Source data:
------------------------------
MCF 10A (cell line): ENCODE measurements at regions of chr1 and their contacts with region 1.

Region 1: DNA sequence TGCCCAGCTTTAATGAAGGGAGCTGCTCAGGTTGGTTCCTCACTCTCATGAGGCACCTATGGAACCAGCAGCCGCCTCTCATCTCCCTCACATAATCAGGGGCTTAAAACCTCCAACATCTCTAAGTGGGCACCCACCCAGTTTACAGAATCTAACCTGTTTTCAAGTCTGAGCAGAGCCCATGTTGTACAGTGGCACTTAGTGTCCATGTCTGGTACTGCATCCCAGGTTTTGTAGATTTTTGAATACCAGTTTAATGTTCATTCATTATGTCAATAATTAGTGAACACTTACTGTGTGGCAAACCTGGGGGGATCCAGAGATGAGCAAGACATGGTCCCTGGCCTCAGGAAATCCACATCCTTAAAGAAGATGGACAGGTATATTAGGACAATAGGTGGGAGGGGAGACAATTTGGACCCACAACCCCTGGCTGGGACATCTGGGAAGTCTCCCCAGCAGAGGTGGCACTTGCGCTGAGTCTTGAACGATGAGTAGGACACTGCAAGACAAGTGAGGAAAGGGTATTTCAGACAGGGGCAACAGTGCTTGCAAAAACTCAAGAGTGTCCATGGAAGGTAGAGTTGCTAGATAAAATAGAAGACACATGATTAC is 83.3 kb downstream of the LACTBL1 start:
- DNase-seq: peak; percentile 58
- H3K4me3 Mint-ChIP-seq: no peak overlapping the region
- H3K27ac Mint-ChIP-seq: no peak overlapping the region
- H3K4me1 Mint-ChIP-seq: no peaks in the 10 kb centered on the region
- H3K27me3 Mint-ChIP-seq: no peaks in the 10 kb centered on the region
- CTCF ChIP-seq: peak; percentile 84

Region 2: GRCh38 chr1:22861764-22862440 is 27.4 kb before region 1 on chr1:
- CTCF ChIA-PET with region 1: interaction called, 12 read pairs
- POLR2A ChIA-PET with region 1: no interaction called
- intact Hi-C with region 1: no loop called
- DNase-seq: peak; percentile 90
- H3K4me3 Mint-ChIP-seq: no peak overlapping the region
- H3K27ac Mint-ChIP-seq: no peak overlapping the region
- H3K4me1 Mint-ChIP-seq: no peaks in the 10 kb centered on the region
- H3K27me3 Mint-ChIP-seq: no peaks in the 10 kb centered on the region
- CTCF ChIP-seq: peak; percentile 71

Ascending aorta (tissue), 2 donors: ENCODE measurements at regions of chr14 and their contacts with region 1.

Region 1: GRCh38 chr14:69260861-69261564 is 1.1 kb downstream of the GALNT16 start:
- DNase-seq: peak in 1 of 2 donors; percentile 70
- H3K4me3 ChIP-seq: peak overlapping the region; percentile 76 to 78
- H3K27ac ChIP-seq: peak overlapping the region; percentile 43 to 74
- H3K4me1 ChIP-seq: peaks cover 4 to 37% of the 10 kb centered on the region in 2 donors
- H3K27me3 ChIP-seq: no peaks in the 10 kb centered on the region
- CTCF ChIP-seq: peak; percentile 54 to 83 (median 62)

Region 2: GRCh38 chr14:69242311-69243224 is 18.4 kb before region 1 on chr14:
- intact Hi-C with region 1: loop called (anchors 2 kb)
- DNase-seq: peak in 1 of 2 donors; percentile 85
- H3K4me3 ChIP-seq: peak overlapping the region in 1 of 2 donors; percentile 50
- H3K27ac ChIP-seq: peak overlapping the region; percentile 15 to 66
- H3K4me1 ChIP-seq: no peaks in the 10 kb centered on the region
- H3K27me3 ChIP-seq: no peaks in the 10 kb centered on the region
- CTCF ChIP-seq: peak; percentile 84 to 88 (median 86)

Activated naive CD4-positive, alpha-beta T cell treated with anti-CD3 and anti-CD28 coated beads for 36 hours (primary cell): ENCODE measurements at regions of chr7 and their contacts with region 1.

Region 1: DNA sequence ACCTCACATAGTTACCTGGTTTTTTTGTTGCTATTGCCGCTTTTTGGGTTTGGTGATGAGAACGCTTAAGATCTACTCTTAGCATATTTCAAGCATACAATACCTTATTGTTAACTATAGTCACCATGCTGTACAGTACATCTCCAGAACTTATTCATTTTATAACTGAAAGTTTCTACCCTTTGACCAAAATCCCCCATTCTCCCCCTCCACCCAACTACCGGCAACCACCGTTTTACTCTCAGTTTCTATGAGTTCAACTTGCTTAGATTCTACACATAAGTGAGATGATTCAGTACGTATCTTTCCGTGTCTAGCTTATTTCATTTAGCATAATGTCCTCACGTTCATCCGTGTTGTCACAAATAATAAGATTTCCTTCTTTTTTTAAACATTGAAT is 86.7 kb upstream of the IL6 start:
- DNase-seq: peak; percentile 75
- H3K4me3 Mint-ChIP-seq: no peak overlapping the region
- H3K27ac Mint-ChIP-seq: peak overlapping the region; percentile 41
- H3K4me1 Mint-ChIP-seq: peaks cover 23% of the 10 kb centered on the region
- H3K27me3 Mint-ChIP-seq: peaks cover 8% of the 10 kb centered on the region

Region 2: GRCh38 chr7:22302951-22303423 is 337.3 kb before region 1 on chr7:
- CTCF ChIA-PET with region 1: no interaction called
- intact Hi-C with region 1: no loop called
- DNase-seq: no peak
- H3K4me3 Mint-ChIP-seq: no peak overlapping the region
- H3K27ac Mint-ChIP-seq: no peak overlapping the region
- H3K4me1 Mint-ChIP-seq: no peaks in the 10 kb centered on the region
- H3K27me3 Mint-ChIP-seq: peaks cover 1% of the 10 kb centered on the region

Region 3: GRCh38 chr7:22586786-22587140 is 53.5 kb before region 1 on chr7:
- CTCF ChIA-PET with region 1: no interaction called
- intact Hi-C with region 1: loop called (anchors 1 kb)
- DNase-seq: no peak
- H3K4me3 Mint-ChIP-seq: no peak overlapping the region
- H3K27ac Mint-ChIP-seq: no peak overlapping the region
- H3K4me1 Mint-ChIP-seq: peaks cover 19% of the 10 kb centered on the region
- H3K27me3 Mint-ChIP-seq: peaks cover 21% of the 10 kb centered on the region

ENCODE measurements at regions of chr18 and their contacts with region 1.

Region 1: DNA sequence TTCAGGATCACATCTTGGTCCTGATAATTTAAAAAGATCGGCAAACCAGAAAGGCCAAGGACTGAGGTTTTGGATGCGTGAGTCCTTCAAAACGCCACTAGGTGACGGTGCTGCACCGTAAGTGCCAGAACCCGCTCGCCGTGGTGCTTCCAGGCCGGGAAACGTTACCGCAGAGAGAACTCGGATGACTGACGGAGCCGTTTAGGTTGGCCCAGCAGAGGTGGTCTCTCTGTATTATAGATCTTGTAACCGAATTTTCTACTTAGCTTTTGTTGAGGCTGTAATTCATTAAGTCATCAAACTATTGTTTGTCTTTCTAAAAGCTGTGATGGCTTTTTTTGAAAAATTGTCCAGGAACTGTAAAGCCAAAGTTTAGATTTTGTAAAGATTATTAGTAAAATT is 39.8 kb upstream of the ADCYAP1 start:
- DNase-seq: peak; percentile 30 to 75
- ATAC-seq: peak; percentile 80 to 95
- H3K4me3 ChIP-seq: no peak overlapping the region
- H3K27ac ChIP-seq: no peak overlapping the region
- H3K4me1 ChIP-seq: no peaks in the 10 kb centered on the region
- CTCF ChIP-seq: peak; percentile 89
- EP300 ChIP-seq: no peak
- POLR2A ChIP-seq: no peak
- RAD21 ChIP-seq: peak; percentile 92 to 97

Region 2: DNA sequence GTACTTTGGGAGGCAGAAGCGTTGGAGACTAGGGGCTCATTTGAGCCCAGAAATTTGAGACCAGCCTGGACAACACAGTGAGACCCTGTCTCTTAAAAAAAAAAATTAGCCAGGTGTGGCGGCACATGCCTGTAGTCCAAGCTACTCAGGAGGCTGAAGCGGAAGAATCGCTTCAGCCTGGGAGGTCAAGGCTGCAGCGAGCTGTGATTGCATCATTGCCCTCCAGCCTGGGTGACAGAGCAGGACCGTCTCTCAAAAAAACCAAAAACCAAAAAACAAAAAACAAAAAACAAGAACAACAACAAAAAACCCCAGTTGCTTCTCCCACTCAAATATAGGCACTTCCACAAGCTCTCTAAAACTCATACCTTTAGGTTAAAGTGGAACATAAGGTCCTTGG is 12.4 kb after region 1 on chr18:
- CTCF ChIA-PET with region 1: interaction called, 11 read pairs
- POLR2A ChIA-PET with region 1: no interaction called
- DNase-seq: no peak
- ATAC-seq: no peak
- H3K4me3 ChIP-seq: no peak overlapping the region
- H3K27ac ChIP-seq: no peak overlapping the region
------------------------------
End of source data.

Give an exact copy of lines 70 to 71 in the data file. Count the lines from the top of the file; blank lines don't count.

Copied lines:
- CTCF ChIA-PET with region 1: interaction called, 11 read pairs
- POLR2A ChIA-PET with region 1: no interaction called